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Reviewed by:
  • The First Texas News Barons
  • Kevin M. Brady
The First Texas News Barons. By Patrick Cox. (Austin: University of Texas Press, 2005. Pp. 288. Acknowledgments, illustrations, notes, bibliography, index. ISBN 029270948X. $50.00, cloth. ISBN 0292709773. $19.95, paper.)

Historians maintain that America's involvement in the Second World War helped transform Texas into a modern society. Although some scholars state that the war created thousands of jobs for Texans, relocated individuals from rural areas into the state's major cities, and established new industries and businesses throughout Texas, Patrick Cox notes that these developments in industrialization and urbanization occurred in the Lone Star State prior to the outbreak of World War II. In Cox's The First Texas News Barons, the author argues that Texas's modernization process began in the early twentieth century and that Texas newspaper publishers such as George B. Dealey, William P. Hobby, Edwin Kiest, Amon G. Carter Sr., and Jesse H. Jones assisted the transformation by dominating civic affairs. Cox's study focuses on various events and key issues in Texas from the late nineteenth century until 1940, including the onset of the Mexican Revolution and World War I; the rise and fall of the Ku Klux Klan; the impact of the Great Depression; and how the Texas Centennial contributed to Texas assuming a unique southwestern image.

One of the work's themes deals with how Texas newspaper publishers reacted to the reemergence of the Ku Klux Klan during the 1920s. Following the reestablishment of the secret society, a majority of business establishments and influential political leaders in Texas either joined the Klan or remained idle against its extremist actions. However, the state's newspaper editors provided the initial opposition to the Ku Klux Klan. For example, Jesse H. Jones of the Houston Chronicle and George Dealey of the Dallas Morning News maintained that the secret society represented a threat to the commercial and social structure of Texas, which impeded the state's modernization process. The publishers' activities not only contributed to the decline of the Klan in the late 1920s, but also strengthened their position as leaders in Texas's civic and political affairs.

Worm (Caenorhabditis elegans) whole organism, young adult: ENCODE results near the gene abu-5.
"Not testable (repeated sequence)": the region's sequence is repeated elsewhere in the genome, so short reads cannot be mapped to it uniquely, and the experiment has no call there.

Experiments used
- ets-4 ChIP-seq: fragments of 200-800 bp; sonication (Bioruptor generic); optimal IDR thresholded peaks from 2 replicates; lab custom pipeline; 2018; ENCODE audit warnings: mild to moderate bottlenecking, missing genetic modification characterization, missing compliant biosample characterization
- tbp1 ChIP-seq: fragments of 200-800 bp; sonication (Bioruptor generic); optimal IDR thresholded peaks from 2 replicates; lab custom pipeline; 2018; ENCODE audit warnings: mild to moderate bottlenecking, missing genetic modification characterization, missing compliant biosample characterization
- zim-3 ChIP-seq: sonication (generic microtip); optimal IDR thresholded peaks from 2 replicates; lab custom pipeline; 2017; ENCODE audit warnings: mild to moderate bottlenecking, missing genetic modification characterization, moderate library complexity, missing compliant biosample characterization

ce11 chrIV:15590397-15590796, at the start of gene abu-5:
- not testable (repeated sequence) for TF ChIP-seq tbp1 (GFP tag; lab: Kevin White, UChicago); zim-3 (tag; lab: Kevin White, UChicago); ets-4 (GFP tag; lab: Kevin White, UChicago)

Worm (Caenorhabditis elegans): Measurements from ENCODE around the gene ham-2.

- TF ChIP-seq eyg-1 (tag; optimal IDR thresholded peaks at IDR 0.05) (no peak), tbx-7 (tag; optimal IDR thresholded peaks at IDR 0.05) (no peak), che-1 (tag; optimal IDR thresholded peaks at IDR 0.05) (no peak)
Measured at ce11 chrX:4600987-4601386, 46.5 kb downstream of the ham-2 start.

The newspaper publishers were also influential in altering Texans' attitudes toward the national government. Prior to the 1930s, Texans believed that the federal government should not interfere with economic crises because the market would eventually correct itself. However, the outbreak of the Great Depression caused Texas publishers to urge citizens to support the expansion of the federal government's role in the economy because New Deal legislation would provide for banking and securities regulations, farm subsidies, business loans, and massive public works projects. By the mid-1930s, a majority of Texans supported an expanded national government that offered relief from the Great Depression. Cox attributes this shift in beliefs among Texans to the strong ties that publishers had within the state's local societies.

Another interesting aspect of Cox's work deals with how the newspaper industry and local publishers helped transform Texas's identity from a southern state to a western one. During the early twentieth century, Americans viewed Texas as a former slaveholding, cotton producing, and Confederate state. Newspaper publishers believed that changing Texas's self-image was vital to the state's future because the South was considered the poorest and least developed region of the United States. [End Page 427] Fearing that northern industrialists would invest in western states instead of establishing operations in the South, newspaper editors portrayed Texas as part of the American West. For instance, the state's newspaper publishers emphasized western images including cowboys and outlaws, frontier environments, stagecoaches, and buffalos in promoting the Texas centennial events of 1836. After nearly 6 million people attended the Texas Centennial Exposition in Dallas and more than one million people participated in the Fort Worth Frontier Centennial, the American public began to regard Texas as a western state with its own unique identity. Thus, the publishers' efforts eased the way for northern investment and population migration.

Cox's book is well written and thoroughly researched. Any scholar wanting to study how newspaper publishers contributed to the economic and urban development of Texas...

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Additional Information

ISSN
1558-9560
Print ISSN
0038-478X
Pages
pp. 427-428
Launched on MUSE
2007-03-28
Open Access
No
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